There was nothing sweet about Jacqueline Dlamini's* sixteenth year - she found out she was HIV positive and had to start taking antiretroviral (ARV) drugs.
|Jacqueline wants to be a pilot
Raped by her uncle at 14, who threatened to kill her if she told anyone, Jacqueline managed to keep it a secret until she became sick and nurses at the local clinic advised her to be tested for HIV. Having a supportive mother who was with her when she got the result made it easier for Jacqueline to finally tell her about the rape.
The lively 17-year-old has been taking ARVs for almost two years, and says her life has "changed a lot". Taking the drugs is no picnic at any age, but when you're a teenager, sticking to a treatment regimen for the rest of your life is more "annoying" than anything else, she told PlusNews.
Treating children is not that easy. Pharmaceutical companies have not yet developed appropriate fixed-dose combination treatments, and Jacqueline's doctors have to keep adjusting the dosage as she gains or loses weight.
The leader of her support group commented, "Sometimes its 30 grams [of medication] or it can go up to 40 grams ... its very complicated. A lot of the children in my support group just think it's so boring."
Dr Tammy Meyers, director of the Harriet Shezi Children's Clinic at the Chris Hani Baragwanath hospital in Johannesburg, South Africa's commercial hub, noted that adherence required "an enormous amount of effort" by young children. Jacqueline is more fortunate because her mother bought her a cell phone, which reminds her to take treatment.
"I take them [ARVs] every day - I don't want to do anything to disturb the treatment," she said determinedly as she held out a brightly coloured box containing her tablets.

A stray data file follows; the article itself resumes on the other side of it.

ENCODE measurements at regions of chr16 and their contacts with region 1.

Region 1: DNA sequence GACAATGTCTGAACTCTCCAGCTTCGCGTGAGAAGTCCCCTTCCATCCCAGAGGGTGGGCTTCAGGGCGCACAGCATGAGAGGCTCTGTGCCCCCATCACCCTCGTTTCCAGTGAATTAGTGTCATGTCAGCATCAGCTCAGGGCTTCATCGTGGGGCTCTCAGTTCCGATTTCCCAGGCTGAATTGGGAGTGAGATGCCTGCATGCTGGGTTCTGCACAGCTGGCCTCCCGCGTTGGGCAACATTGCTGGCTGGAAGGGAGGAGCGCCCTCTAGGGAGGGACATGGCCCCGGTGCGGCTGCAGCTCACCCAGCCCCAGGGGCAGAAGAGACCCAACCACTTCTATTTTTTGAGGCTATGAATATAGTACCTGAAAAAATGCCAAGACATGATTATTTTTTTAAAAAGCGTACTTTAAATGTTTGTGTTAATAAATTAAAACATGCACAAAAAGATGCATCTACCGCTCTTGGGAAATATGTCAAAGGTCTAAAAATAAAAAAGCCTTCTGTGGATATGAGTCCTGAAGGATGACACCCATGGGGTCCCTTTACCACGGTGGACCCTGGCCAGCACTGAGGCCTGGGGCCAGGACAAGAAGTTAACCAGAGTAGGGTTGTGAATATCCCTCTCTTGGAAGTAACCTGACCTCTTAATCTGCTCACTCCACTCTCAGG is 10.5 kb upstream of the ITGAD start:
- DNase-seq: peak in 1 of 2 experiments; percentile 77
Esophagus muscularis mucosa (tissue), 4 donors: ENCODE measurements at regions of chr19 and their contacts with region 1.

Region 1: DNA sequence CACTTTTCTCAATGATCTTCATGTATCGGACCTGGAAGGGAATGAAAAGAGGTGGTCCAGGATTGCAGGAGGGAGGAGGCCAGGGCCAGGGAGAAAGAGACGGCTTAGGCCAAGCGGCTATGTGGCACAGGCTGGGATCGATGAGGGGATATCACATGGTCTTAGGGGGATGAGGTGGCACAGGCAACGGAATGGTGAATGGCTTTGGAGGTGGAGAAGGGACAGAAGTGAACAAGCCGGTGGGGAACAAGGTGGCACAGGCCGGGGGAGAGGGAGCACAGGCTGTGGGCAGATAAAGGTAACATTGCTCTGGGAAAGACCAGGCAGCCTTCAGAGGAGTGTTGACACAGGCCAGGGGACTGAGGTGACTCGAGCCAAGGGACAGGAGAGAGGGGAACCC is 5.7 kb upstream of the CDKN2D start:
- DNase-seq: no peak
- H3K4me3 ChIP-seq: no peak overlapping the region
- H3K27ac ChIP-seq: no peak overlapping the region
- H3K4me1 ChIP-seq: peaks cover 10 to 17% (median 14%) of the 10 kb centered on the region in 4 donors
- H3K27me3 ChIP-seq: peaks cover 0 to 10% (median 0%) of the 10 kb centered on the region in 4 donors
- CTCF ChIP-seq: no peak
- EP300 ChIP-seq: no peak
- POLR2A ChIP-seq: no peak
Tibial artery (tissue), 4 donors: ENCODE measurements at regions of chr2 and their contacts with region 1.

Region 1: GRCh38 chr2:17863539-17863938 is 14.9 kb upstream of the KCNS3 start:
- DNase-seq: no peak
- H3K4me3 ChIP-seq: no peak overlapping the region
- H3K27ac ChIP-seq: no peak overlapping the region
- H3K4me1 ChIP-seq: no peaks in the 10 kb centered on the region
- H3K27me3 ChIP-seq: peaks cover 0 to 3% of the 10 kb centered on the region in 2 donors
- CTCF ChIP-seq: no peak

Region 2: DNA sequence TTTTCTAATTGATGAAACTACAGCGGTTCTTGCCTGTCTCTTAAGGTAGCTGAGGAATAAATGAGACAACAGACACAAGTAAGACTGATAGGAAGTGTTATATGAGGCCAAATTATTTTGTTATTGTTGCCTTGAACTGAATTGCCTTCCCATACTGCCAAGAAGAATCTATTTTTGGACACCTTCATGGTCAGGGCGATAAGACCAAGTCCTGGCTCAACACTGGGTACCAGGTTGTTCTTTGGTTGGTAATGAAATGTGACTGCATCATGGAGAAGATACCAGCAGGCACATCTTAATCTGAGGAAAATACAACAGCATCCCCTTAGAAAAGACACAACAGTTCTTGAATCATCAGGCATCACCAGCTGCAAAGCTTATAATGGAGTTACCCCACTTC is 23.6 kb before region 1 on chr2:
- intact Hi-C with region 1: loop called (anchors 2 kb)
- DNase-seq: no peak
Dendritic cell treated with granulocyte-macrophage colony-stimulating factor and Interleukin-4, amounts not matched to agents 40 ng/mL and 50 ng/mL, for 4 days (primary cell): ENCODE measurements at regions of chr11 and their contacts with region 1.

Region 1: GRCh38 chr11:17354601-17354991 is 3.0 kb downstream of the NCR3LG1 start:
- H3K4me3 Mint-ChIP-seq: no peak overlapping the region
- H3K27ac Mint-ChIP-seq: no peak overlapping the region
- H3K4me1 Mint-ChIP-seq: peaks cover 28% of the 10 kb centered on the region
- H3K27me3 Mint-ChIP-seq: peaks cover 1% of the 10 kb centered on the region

Jacqueline's diet is not that of a typical teenager: she avoids junk food and has never experimented with alcohol or smoking, which inevitably causes teasing and complaints about her "boring" lifestyle by her friends.
Apart from her parents and aunt, no-one knows the reason for Jacqueline's lifestyle, and she would rather be labelled 'stingy' by her friends than do something as natural as sharing a lollipop - popularised by music videos as a 'must have' accessory for teenage girls. Even her 10-year-old brother, dashing through the small four-roomed house, is unaware of his sister's HIV status.
When she has to collect her ARVs from the hospital, Jacqueline leaves school early, telling her teachers she has to fetch her asthma medicine.
Jacqueline's mother is adamant that her daughter is still "too young to even think about disclosing" her status. "I don't want people talking in the streets ... kids are very cruel these days."
Her daughter agreed: "I don't want to get to school and the toilet walls are full of writing [as graffiti] that Jacqueline has HIV. If my dreams come true, when I have my own, car, my own house and a job ... I will be ready."
The self-confessed "go-getter" proudly reels off her achievements at school, and talks about her ambition of becoming a pilot. Like most parents of teenagers, Jacqueline's mother believes her talkative daughter should be studying more, and not "day dreaming, writing poetry and reading romance novels", especially during her penultimate year at school.
Jacqueline has just started seeing someone, and enjoys going on double dates to a local shopping centre. Her boyfriend, 20, does not know about her status yet. "If it becomes serious and we go to the next level, then I will need to tell him, but you can't just rush into these things," she said.
Apart from the pills she takes twice a day, she cooks, cleans, reads romance novels when she's supposed to be studying, and goes partying - all the things normal teenage girls do.
"HIV does not mean 'Here I Vanish', and AIDS is not 'And I Die Soon' ... I'm here to stay."
*Not her real name